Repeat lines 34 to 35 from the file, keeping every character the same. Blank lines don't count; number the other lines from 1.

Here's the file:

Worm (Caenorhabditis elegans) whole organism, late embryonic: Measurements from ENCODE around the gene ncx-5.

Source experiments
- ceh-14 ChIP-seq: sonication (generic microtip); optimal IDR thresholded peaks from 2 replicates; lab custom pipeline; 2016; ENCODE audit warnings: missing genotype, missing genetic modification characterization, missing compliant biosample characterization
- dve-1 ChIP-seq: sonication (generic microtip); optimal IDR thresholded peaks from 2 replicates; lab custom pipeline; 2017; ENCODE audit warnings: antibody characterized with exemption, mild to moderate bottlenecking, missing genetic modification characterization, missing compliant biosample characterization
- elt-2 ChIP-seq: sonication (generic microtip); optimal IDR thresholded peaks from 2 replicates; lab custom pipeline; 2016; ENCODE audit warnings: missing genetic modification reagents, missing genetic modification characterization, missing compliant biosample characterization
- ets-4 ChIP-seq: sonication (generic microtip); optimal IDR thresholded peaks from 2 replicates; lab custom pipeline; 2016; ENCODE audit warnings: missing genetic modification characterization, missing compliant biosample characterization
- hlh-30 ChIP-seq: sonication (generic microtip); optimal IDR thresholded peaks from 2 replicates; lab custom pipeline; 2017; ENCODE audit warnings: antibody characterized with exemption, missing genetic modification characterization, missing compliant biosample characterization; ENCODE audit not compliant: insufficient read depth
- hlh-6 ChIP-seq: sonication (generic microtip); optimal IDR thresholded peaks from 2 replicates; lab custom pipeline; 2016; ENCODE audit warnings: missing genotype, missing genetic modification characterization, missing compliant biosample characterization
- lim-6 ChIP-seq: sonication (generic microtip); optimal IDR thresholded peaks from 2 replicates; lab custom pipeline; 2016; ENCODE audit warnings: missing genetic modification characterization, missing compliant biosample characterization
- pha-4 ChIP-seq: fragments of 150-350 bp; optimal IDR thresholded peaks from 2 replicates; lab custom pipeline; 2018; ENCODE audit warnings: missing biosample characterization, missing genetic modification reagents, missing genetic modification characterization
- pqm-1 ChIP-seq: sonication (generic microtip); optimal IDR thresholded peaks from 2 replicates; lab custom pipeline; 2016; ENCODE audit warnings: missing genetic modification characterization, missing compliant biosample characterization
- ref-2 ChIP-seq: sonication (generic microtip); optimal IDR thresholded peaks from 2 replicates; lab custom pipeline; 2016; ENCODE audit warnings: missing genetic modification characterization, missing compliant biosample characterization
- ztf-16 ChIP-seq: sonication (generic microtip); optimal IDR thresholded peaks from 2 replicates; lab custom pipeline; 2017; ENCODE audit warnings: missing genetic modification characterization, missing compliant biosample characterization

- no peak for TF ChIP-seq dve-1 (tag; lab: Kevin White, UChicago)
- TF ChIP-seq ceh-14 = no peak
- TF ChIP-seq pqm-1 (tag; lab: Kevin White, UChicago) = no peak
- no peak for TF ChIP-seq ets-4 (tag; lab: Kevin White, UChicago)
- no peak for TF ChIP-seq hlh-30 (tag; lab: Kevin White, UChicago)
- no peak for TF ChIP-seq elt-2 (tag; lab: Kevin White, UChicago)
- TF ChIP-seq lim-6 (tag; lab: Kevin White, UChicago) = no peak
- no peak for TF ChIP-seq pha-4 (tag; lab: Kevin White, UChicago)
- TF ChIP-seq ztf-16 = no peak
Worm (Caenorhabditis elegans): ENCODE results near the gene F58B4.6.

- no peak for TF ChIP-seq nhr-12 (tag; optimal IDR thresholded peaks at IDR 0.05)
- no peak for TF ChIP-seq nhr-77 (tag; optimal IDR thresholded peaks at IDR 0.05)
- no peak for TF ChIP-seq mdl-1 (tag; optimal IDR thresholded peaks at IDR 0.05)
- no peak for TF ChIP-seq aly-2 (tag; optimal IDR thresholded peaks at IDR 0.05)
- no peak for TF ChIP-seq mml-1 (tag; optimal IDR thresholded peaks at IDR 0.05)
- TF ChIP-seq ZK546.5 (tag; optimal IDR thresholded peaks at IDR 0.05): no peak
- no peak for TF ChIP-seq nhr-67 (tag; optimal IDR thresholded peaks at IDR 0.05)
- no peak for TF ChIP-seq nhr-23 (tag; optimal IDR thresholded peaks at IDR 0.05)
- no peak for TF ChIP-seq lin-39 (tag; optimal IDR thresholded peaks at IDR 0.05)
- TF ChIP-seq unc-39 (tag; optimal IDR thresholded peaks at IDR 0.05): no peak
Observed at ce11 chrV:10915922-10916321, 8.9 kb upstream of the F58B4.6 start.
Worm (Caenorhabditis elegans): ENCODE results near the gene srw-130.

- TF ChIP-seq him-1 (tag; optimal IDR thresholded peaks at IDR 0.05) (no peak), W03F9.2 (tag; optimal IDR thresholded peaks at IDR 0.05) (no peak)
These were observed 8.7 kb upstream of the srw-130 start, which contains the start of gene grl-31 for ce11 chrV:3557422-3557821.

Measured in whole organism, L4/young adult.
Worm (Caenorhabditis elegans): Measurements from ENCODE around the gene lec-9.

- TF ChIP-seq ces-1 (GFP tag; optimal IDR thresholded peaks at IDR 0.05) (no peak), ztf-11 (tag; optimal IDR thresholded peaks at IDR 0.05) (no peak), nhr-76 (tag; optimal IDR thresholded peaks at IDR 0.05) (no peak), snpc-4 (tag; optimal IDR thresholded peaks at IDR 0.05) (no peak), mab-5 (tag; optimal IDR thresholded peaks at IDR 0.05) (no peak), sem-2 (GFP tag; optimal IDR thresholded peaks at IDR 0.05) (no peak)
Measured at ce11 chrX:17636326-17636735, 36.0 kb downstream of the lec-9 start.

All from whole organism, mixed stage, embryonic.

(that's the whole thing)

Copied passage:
Observed at ce11 chrV:10915922-10916321, 8.9 kb upstream of the F58B4.6 start.
Worm (Caenorhabditis elegans): ENCODE results near the gene srw-130.